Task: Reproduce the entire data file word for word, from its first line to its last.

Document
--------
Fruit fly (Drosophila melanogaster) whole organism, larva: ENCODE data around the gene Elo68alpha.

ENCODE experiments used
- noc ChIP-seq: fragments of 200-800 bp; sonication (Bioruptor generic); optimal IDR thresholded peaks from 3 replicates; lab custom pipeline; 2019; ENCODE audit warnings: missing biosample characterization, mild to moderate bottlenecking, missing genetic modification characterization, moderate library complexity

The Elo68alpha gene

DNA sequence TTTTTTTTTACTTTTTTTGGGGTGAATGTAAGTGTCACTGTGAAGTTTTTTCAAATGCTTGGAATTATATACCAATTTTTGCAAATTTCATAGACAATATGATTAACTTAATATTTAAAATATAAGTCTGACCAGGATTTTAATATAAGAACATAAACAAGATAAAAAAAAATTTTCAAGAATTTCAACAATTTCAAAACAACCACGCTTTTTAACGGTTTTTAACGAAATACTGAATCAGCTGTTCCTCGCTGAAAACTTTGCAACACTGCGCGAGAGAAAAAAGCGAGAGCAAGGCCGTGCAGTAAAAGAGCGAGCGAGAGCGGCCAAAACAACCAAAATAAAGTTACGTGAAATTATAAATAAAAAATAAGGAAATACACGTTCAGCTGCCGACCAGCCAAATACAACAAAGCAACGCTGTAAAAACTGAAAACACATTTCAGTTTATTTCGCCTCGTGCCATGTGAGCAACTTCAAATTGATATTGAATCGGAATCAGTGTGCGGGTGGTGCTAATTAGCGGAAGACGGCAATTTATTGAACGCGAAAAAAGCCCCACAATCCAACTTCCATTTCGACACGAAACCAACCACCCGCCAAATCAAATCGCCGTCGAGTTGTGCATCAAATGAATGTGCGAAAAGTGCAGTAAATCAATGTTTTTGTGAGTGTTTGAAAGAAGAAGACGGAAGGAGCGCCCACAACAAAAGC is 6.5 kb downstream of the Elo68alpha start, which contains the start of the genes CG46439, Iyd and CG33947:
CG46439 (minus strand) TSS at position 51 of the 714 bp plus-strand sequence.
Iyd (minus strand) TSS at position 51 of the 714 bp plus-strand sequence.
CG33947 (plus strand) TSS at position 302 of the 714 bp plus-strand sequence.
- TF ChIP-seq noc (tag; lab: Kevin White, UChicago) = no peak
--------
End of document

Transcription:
Fruit fly (Drosophila melanogaster) whole organism, larva: ENCODE data around the gene Elo68alpha.

ENCODE experiments used
- noc ChIP-seq: fragments of 200-800 bp; sonication (Bioruptor generic); optimal IDR thresholded peaks from 3 replicates; lab custom pipeline; 2019; ENCODE audit warnings: missing biosample characterization, mild to moderate bottlenecking, missing genetic modification characterization, moderate library complexity

The Elo68alpha gene

DNA sequence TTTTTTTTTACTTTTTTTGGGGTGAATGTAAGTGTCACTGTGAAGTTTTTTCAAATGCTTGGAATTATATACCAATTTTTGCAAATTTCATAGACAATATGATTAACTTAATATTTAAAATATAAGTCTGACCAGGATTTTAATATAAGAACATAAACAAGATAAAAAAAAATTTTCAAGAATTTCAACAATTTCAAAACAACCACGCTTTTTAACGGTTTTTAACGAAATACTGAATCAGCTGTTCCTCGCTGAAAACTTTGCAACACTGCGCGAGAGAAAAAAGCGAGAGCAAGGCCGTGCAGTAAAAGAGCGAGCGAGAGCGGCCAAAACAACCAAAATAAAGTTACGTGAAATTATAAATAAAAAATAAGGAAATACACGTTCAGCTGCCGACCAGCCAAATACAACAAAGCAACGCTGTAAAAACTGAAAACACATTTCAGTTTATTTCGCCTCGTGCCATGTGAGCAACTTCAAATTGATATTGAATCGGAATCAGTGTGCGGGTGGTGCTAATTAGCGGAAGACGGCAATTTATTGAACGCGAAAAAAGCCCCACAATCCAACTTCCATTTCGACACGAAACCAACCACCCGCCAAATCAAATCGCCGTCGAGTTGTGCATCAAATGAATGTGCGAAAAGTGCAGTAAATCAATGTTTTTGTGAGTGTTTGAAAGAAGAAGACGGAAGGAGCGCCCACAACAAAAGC is 6.5 kb downstream of the Elo68alpha start, which contains the start of the genes CG46439, Iyd and CG33947:
CG46439 (minus strand) TSS at position 51 of the 714 bp plus-strand sequence.
Iyd (minus strand) TSS at position 51 of the 714 bp plus-strand sequence.
CG33947 (plus strand) TSS at position 302 of the 714 bp plus-strand sequence.
- TF ChIP-seq noc (tag; lab: Kevin White, UChicago) = no peak